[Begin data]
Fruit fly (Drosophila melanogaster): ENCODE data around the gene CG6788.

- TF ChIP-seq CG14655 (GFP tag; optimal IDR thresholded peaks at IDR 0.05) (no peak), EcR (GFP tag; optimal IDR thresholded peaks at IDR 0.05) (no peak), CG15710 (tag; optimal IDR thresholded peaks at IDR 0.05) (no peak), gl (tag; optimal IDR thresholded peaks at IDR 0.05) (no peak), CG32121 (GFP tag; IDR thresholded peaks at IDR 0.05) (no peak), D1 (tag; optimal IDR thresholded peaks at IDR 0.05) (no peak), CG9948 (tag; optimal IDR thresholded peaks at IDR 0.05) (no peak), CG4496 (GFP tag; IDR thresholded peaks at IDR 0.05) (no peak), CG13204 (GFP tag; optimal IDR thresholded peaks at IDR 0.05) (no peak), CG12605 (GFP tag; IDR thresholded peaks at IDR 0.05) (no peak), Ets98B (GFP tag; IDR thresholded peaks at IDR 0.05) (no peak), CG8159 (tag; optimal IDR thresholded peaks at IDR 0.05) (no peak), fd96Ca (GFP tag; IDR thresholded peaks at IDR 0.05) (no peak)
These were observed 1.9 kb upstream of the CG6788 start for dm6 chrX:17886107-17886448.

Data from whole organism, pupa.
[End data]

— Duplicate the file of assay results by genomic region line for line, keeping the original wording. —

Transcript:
Fruit fly (Drosophila melanogaster): ENCODE data around the gene CG6788.

- TF ChIP-seq CG14655 (GFP tag; optimal IDR thresholded peaks at IDR 0.05) (no peak), EcR (GFP tag; optimal IDR thresholded peaks at IDR 0.05) (no peak), CG15710 (tag; optimal IDR thresholded peaks at IDR 0.05) (no peak), gl (tag; optimal IDR thresholded peaks at IDR 0.05) (no peak), CG32121 (GFP tag; IDR thresholded peaks at IDR 0.05) (no peak), D1 (tag; optimal IDR thresholded peaks at IDR 0.05) (no peak), CG9948 (tag; optimal IDR thresholded peaks at IDR 0.05) (no peak), CG4496 (GFP tag; IDR thresholded peaks at IDR 0.05) (no peak), CG13204 (GFP tag; optimal IDR thresholded peaks at IDR 0.05) (no peak), CG12605 (GFP tag; IDR thresholded peaks at IDR 0.05) (no peak), Ets98B (GFP tag; IDR thresholded peaks at IDR 0.05) (no peak), CG8159 (tag; optimal IDR thresholded peaks at IDR 0.05) (no peak), fd96Ca (GFP tag; IDR thresholded peaks at IDR 0.05) (no peak)
These were observed 1.9 kb upstream of the CG6788 start for dm6 chrX:17886107-17886448.

Data from whole organism, pupa.